It is generally assumed that such open source licenses are irrevocable, although there is some fringe debate on this matter, and some legitimate concern in the context of U.S. contract law (which is not applicable here).
However, the Qt situation does not involve the revocation (or threat of revocation) of a license. The Qt software uses a dual-licensing model, offering both proprietary and GPL licenses to the framework. The Qt company has announced that the availability of future versions under the GPL will be limited.
Because the old license remains intact, the open-source Qt community could fork Qt and maintain it themselves. There are many historical instances where a a company leading an open source project went against the interests of the community, and ended up getting forked. However, this is a highly undesirable scenario for all involved because this wastes/duplicates effort: Qt would no longer get bugfixes from the KDE community, and KDE would no longer get updates from Qt.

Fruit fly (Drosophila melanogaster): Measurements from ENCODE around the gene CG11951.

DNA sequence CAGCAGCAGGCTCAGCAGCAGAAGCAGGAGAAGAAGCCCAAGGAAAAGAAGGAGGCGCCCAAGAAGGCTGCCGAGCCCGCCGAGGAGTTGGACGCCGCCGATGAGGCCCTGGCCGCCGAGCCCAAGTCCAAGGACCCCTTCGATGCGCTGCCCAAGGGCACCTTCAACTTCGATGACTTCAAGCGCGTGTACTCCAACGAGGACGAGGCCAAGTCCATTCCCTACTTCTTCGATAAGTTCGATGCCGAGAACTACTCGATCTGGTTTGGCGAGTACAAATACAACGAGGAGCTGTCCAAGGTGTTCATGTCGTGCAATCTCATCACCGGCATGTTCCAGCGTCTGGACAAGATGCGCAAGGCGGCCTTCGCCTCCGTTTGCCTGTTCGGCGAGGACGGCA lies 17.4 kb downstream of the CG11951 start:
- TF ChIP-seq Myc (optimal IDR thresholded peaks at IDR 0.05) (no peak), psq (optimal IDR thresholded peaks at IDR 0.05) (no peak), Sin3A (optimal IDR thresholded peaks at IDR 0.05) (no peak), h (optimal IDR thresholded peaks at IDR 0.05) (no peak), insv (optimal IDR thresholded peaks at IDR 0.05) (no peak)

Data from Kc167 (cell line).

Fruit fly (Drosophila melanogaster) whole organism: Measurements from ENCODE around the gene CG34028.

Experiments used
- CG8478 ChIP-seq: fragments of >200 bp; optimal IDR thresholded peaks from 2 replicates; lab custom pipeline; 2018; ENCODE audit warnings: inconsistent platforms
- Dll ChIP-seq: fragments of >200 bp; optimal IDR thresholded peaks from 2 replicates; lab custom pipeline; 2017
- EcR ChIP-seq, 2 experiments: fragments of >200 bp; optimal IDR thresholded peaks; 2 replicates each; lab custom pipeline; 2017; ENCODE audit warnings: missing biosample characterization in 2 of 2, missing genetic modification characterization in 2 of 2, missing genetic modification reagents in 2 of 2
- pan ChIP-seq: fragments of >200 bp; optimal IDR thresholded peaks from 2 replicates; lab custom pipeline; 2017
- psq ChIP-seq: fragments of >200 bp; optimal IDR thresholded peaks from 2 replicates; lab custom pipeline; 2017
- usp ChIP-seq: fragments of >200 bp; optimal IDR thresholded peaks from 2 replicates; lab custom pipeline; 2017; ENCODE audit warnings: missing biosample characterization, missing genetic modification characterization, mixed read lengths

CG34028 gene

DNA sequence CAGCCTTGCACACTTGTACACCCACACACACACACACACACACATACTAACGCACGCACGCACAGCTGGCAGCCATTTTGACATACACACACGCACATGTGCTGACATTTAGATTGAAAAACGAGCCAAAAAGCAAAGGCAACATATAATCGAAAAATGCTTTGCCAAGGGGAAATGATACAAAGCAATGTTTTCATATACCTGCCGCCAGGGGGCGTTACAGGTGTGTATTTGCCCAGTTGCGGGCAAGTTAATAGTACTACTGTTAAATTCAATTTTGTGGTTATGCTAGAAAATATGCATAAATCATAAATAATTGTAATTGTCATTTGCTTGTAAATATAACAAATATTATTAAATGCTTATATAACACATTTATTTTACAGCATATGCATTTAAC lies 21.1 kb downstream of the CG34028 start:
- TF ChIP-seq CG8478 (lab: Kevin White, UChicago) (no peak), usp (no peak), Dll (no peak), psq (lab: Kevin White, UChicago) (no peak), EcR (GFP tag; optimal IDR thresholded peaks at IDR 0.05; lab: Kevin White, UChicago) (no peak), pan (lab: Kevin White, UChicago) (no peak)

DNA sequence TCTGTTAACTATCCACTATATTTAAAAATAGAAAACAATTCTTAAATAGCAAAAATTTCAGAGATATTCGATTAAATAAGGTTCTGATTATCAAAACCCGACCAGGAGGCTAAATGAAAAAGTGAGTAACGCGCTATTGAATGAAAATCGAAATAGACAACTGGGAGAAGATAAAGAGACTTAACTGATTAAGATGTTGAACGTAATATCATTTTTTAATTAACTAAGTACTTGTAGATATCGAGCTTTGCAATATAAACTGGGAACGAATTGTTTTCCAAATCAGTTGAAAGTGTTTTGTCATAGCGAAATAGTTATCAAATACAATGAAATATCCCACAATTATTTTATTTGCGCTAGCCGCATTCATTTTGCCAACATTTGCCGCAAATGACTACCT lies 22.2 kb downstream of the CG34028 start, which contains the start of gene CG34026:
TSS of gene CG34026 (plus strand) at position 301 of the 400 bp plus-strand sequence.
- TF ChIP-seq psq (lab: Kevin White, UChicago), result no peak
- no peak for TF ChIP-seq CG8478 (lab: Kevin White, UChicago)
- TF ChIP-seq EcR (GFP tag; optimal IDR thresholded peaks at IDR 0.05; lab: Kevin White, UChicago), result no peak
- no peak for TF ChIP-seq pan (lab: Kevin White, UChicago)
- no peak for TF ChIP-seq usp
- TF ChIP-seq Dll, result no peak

It may be worth pointing out that GNOME was started precisely because KDE is reliant on Qt politics, but back then Qt didn't even offer GPL versions. While the current news isn't good news, things are still much better than back in the 90s.